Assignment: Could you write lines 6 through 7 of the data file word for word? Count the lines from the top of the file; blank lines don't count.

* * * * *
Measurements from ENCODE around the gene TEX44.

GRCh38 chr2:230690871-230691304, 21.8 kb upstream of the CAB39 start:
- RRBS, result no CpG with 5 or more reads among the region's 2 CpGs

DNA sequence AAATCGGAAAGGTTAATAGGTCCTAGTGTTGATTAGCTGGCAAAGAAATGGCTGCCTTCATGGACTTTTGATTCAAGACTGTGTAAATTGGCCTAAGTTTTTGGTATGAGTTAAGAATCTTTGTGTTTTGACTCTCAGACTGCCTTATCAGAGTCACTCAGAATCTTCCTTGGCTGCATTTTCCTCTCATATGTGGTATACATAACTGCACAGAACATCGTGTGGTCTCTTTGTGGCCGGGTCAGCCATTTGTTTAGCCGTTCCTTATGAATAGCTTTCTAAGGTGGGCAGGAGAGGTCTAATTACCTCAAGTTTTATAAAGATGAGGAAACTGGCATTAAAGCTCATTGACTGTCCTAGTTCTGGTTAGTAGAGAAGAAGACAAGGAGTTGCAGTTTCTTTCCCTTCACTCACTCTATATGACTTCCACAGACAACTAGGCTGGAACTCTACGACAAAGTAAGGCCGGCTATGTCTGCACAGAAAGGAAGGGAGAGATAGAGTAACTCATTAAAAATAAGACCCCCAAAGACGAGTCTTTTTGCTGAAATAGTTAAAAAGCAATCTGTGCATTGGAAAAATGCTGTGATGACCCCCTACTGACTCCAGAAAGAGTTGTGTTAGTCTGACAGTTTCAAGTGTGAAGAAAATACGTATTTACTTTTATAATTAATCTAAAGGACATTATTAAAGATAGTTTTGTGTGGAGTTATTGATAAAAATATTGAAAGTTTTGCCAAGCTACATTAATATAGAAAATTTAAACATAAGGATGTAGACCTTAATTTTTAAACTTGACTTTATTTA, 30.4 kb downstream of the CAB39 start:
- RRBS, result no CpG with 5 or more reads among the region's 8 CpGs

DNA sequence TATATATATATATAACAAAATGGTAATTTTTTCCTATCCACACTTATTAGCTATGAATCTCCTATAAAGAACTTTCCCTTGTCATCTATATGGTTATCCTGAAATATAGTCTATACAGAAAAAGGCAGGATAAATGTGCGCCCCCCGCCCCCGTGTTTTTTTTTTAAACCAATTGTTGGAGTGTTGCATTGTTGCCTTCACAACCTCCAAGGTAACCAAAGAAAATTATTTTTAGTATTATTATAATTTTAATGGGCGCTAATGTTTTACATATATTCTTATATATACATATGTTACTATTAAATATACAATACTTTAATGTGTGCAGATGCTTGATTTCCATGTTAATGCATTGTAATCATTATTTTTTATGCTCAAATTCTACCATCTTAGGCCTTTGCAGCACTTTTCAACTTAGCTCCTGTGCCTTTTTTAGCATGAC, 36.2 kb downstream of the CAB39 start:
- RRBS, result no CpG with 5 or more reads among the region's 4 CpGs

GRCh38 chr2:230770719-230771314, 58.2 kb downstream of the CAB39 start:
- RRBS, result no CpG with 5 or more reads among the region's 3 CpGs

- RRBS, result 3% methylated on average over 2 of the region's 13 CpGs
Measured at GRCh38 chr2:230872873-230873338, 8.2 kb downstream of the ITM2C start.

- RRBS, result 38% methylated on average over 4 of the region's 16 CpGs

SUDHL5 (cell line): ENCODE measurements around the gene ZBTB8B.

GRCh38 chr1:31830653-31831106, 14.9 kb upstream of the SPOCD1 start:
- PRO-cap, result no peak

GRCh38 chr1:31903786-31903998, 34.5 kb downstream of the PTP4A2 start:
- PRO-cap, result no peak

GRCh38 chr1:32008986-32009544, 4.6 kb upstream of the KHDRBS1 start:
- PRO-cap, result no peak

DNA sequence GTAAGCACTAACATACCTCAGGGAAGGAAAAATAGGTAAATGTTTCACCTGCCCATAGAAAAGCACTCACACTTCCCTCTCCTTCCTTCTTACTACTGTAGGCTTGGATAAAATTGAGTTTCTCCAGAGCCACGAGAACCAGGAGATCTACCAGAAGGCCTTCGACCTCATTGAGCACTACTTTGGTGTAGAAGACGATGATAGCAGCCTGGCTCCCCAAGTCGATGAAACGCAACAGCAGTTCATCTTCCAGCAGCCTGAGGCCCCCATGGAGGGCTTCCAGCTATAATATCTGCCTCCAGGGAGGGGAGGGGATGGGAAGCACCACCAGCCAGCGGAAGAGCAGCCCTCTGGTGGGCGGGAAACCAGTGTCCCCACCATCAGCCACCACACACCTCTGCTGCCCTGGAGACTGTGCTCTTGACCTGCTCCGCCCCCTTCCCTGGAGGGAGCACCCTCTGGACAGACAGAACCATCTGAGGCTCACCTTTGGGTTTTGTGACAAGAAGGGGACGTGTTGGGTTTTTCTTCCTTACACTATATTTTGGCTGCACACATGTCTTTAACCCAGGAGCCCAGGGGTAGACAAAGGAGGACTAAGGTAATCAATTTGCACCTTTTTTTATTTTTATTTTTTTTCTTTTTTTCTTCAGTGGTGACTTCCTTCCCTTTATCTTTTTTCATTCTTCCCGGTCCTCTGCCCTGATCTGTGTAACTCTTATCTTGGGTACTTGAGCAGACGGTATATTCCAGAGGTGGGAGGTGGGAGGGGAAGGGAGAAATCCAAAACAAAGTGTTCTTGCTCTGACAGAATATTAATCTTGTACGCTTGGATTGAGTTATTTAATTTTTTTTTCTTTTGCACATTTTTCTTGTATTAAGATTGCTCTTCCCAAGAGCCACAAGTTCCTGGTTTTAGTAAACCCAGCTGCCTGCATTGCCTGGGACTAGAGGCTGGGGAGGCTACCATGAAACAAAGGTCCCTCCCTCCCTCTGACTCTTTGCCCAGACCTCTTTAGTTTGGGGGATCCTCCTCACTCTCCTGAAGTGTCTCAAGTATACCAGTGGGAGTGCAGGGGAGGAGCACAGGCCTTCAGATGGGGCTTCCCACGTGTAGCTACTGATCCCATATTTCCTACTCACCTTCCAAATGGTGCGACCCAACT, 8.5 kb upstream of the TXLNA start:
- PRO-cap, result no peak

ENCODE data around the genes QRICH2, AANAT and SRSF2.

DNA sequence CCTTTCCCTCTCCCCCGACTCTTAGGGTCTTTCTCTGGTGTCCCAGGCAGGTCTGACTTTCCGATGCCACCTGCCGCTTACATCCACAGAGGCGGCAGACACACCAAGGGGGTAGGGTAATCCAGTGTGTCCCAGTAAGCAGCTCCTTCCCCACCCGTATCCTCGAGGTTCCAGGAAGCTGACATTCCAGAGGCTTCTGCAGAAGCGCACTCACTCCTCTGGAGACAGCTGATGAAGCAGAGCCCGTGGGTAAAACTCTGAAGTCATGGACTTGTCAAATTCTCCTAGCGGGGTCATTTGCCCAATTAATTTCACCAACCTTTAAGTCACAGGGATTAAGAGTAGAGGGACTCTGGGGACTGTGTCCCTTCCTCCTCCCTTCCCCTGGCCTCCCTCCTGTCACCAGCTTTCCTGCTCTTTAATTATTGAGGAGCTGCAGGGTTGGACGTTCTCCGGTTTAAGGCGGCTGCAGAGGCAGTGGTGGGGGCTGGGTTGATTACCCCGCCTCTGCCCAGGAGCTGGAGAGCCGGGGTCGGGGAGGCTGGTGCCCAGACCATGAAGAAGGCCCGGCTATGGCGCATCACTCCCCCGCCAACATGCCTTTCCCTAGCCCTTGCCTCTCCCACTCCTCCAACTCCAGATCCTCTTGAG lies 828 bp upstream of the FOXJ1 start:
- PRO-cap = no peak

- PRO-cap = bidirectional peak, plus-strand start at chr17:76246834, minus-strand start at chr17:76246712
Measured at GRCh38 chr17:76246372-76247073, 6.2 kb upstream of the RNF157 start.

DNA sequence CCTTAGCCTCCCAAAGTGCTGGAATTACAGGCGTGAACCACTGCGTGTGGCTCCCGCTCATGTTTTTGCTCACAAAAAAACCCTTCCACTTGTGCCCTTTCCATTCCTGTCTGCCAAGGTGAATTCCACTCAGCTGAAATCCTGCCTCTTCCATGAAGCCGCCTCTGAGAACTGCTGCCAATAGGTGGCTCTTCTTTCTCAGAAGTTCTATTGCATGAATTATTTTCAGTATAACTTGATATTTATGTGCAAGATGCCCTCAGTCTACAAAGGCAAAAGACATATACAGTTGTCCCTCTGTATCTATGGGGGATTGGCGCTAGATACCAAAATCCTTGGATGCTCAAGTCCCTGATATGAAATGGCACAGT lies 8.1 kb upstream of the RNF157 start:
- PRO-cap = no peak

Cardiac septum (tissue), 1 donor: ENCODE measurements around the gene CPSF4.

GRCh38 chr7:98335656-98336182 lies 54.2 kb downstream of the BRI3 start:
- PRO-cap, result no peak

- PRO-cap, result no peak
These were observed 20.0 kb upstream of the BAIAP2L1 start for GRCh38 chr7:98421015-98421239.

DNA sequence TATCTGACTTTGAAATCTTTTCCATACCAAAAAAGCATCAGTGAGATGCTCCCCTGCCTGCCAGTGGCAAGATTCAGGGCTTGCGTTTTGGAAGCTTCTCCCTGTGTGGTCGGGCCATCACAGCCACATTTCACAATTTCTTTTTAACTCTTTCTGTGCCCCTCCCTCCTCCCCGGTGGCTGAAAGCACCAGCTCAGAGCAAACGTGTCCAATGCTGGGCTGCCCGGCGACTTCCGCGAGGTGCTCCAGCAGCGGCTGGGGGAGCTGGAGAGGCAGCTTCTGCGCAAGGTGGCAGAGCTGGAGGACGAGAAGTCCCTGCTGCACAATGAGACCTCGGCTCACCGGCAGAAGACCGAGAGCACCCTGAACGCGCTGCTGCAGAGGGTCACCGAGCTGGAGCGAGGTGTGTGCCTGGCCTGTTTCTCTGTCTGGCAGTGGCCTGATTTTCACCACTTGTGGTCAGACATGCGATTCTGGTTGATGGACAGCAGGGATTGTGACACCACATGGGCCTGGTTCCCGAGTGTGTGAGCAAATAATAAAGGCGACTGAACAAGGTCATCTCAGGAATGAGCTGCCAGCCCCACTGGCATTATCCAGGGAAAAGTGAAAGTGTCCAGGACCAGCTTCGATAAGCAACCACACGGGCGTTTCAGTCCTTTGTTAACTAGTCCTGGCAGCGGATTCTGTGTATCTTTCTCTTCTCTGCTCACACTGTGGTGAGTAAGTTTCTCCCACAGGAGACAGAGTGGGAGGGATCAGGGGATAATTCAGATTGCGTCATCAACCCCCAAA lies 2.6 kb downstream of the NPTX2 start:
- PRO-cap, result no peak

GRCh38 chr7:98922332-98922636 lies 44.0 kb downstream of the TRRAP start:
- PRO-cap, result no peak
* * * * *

DNA sequence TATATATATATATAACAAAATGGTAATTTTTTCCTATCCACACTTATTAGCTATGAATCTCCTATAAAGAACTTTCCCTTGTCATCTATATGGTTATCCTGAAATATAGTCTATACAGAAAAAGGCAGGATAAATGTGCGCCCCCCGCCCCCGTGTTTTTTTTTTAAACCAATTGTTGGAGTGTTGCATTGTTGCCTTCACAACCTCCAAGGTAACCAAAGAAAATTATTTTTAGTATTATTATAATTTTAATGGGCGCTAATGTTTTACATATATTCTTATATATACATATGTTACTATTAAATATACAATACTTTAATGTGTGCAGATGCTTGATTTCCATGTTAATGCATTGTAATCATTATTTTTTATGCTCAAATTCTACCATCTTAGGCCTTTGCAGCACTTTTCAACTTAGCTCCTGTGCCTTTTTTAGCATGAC, 36.2 kb downstream of the CAB39 start:
- RRBS, result no CpG with 5 or more reads among the region's 4 CpGs